A new Commercial Space Futures Office is helping Space Force analyze the technical and financial opportunities of commercial space companies looking to offer products to the military
COLORADO SPRINGS — US Space Systems Command, the Space Force’s procurement arm, is exploring opportunities to buy “space as a service” from companies that provide weather data, imagery and other information collected from satellites.
This is a departure from the usual practice of building custom military satellites, however The government wants to try, said Debra Emmons, Aerospace Corp’s vice president and chief technology officer.
Emmons heads a new organization called The Office for the Future of Commercial Spacecreated to match space companies with government buyers and to screen companies’ technical capabilities before offering their services to the government.
“WWe’re seeing a real push from the Department of Defense, the Space Forces, the intelligence community and the civilian space to move to a more commercial approach,” Emmons said SpaceNews.
Aerospace is a Los Angeles-based, government-funded company that provides technical support to the Space Force and other agencies. As part of its agreement with Space Systems Command, the Commercial Space Futures Office can offer access to space companies 100,000 square feet of laboratory facilities to validate their technology, Emmons said.
Since the office opened in December, it has received many inquiries from space startups looking to sell products and services to Space Force, she said. It has also worked with established companies such as Anduril, Freedom Photonics and Cubic Technologies to help them assess whether their technologies meet Space Force requirements.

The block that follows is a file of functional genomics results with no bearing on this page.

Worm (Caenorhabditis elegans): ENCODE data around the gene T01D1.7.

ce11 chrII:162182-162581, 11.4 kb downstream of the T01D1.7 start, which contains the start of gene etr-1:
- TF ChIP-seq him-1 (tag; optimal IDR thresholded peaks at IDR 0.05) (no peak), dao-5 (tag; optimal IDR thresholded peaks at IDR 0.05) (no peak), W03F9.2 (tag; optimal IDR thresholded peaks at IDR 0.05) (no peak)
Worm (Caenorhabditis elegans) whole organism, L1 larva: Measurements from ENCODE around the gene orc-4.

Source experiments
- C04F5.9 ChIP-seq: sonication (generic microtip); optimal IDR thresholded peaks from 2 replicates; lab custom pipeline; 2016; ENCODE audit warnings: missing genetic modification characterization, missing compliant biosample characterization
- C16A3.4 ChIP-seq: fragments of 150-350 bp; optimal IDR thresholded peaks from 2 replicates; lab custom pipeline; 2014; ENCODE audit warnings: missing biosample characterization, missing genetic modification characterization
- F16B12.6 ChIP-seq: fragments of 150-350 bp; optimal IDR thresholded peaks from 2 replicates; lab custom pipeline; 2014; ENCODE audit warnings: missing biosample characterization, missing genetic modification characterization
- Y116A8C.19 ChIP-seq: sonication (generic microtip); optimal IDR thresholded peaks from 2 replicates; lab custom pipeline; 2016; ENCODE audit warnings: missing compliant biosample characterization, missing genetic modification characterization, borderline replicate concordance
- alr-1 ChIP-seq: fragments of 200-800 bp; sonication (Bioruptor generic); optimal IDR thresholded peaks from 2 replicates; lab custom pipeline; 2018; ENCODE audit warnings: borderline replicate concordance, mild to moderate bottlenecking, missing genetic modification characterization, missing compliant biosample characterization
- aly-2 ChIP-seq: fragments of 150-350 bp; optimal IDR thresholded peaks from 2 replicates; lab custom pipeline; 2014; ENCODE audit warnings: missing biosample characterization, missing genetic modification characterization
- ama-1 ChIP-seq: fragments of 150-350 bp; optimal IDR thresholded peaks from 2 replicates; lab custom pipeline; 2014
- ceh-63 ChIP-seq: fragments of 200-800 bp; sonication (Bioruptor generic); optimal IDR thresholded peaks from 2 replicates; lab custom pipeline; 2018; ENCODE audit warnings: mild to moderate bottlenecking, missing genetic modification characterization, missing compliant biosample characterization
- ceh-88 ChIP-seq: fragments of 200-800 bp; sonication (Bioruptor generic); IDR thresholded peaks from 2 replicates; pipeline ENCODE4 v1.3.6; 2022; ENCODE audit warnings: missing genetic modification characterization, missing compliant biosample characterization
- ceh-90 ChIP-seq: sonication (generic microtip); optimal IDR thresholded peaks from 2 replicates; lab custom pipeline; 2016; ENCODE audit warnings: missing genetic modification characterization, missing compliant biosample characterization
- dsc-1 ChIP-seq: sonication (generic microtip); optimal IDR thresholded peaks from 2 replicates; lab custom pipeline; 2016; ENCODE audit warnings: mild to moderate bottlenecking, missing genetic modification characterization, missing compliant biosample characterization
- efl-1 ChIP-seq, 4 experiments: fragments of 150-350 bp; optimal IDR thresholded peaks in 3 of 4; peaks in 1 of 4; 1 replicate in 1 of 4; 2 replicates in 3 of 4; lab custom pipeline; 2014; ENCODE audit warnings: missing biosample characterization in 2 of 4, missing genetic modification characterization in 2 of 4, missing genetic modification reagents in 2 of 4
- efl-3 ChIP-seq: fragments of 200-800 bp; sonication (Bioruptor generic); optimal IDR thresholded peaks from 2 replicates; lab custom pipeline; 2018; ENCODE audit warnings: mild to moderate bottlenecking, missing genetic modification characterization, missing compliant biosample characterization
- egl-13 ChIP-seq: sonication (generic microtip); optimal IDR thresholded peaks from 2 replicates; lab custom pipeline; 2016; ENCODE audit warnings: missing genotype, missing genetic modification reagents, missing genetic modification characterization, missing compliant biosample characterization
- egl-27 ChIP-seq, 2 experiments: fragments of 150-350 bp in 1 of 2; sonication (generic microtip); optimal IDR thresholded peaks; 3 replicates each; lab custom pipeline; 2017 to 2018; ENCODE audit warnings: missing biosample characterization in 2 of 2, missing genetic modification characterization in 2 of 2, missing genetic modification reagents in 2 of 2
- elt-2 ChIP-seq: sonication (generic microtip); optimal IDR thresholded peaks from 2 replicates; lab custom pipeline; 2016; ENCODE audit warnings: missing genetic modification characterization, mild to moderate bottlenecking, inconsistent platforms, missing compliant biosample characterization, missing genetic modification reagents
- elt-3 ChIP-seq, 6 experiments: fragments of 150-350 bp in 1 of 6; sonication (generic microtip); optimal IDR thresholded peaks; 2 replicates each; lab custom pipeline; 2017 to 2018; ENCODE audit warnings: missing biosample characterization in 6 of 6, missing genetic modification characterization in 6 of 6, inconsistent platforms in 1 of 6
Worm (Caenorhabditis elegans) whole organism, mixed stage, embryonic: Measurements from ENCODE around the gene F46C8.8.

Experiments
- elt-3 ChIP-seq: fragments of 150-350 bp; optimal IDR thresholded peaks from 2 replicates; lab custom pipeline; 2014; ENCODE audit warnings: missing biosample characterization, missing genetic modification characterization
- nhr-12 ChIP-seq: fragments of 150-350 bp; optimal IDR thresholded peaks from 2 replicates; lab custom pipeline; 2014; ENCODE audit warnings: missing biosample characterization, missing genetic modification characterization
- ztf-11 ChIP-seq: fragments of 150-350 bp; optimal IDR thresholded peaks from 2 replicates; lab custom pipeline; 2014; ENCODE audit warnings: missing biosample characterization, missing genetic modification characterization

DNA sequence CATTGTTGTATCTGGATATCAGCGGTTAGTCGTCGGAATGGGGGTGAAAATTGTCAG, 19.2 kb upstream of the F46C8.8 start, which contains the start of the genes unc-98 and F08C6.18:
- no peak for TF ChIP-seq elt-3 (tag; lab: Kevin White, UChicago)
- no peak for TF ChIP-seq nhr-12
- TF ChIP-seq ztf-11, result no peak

“This is really about de-risking commercial solutions,” she said. The Space Force sees how much is being invested in commercial space and wants to leverage this technology, Emmons added. The question is how mature and ready some of these technologies are, and the new office is trying to answer that.
“We conduct due diligence and readiness assessments,” she said. This includes assessments of companies’ financial and technical capabilities and their supply chains.
George Tromba, principal director of the Commercial Space Futures Office, said he often hears from startups that need help breaking high barriers to entry into the defense market. “We’ve seen an increase in various companies coming to us,” he said. “A lot of them basically cold called us. They need help maturing the technology and in some cases they need help developing an operational concept that works for potential government customers.”
Tromba said Space Systems Command is exploring potential contracting mechanisms it could use to purchase space services. The bureau, which buys communications services from commercial satellite operators, offers “a wealth of knowledge” that is applied to procurement of other types of services, he said.
Aerospace wants to be an honest broker and not create hurdles for commercial actors wanting to work with DoD, Tromba said. “We are working to really change the model where the combined government and FFRDC [federally funded research and development corporation] Previously, the team was more reluctant to engage with commercial market participants and engage in substantive dialogue. This model is changing fundamentally.”
The talks with commercial space players, he said, “shape how the government can take that commercial approach because they’re absolutely all in it.”